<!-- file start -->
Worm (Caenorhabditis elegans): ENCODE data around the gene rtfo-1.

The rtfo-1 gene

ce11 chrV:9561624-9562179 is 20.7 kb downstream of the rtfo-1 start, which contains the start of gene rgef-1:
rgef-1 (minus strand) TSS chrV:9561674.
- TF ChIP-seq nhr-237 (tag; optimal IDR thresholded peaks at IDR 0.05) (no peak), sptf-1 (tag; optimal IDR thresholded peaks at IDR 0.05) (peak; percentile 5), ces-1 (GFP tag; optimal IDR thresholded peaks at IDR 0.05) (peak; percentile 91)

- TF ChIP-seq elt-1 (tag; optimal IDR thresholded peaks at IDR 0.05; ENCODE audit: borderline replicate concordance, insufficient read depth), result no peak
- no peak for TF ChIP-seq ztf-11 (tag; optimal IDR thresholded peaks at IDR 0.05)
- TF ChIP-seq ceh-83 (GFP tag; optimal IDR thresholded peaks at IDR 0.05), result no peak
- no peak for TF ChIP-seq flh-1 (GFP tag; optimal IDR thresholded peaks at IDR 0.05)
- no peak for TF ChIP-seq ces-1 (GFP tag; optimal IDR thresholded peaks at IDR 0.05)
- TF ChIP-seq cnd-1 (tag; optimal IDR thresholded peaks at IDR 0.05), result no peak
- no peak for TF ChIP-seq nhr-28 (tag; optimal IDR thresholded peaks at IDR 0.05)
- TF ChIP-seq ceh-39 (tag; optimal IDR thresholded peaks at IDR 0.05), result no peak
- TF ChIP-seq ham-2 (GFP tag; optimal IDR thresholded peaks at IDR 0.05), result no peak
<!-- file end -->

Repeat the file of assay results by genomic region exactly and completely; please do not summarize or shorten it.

Worm (Caenorhabditis elegans): ENCODE data around the gene rtfo-1.

The rtfo-1 gene

ce11 chrV:9561624-9562179 is 20.7 kb downstream of the rtfo-1 start, which contains the start of gene rgef-1:
rgef-1 (minus strand) TSS chrV:9561674.
- TF ChIP-seq nhr-237 (tag; optimal IDR thresholded peaks at IDR 0.05) (no peak), sptf-1 (tag; optimal IDR thresholded peaks at IDR 0.05) (peak; percentile 5), ces-1 (GFP tag; optimal IDR thresholded peaks at IDR 0.05) (peak; percentile 91)

- TF ChIP-seq elt-1 (tag; optimal IDR thresholded peaks at IDR 0.05; ENCODE audit: borderline replicate concordance, insufficient read depth), result no peak
- no peak for TF ChIP-seq ztf-11 (tag; optimal IDR thresholded peaks at IDR 0.05)
- TF ChIP-seq ceh-83 (GFP tag; optimal IDR thresholded peaks at IDR 0.05), result no peak
- no peak for TF ChIP-seq flh-1 (GFP tag; optimal IDR thresholded peaks at IDR 0.05)
- no peak for TF ChIP-seq ces-1 (GFP tag; optimal IDR thresholded peaks at IDR 0.05)
- TF ChIP-seq cnd-1 (tag; optimal IDR thresholded peaks at IDR 0.05), result no peak
- no peak for TF ChIP-seq nhr-28 (tag; optimal IDR thresholded peaks at IDR 0.05)
- TF ChIP-seq ceh-39 (tag; optimal IDR thresholded peaks at IDR 0.05), result no peak
- TF ChIP-seq ham-2 (GFP tag; optimal IDR thresholded peaks at IDR 0.05), result no peak